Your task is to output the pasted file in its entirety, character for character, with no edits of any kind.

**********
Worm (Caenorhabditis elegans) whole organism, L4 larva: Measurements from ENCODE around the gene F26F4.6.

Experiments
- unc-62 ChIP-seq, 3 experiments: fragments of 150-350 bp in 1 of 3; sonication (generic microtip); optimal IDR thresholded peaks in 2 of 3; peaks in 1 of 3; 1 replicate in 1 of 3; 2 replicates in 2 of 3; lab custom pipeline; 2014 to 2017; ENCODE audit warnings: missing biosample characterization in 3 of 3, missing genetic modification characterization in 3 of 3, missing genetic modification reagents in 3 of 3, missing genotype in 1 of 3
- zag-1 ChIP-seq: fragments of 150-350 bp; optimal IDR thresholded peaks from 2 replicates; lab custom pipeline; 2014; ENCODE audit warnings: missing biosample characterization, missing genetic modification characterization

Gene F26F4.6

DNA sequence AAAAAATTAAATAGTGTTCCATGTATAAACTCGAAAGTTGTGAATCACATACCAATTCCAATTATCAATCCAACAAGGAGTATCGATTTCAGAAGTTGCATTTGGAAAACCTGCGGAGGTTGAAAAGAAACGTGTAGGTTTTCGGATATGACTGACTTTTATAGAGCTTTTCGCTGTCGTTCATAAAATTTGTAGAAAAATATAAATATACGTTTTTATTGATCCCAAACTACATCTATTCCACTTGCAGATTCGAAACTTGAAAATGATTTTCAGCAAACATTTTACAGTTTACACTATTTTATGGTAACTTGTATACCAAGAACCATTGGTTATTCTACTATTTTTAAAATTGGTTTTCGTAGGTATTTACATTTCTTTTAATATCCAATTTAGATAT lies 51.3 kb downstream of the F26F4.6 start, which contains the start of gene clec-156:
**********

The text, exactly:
Worm (Caenorhabditis elegans) whole organism, L4 larva: Measurements from ENCODE around the gene F26F4.6.

Experiments
- unc-62 ChIP-seq, 3 experiments: fragments of 150-350 bp in 1 of 3; sonication (generic microtip); optimal IDR thresholded peaks in 2 of 3; peaks in 1 of 3; 1 replicate in 1 of 3; 2 replicates in 2 of 3; lab custom pipeline; 2014 to 2017; ENCODE audit warnings: missing biosample characterization in 3 of 3, missing genetic modification characterization in 3 of 3, missing genetic modification reagents in 3 of 3, missing genotype in 1 of 3
- zag-1 ChIP-seq: fragments of 150-350 bp; optimal IDR thresholded peaks from 2 replicates; lab custom pipeline; 2014; ENCODE audit warnings: missing biosample characterization, missing genetic modification characterization

Gene F26F4.6

DNA sequence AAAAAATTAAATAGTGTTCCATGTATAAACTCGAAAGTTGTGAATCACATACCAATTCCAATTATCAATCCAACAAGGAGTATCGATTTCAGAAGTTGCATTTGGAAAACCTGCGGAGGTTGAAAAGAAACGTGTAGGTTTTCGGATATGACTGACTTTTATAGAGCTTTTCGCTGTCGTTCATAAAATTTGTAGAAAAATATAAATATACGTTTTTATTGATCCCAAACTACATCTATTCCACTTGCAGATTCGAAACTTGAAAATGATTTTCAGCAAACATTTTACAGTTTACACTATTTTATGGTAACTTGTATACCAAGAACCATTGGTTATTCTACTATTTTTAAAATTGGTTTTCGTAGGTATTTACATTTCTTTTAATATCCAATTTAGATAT lies 51.3 kb downstream of the F26F4.6 start, which contains the start of gene clec-156: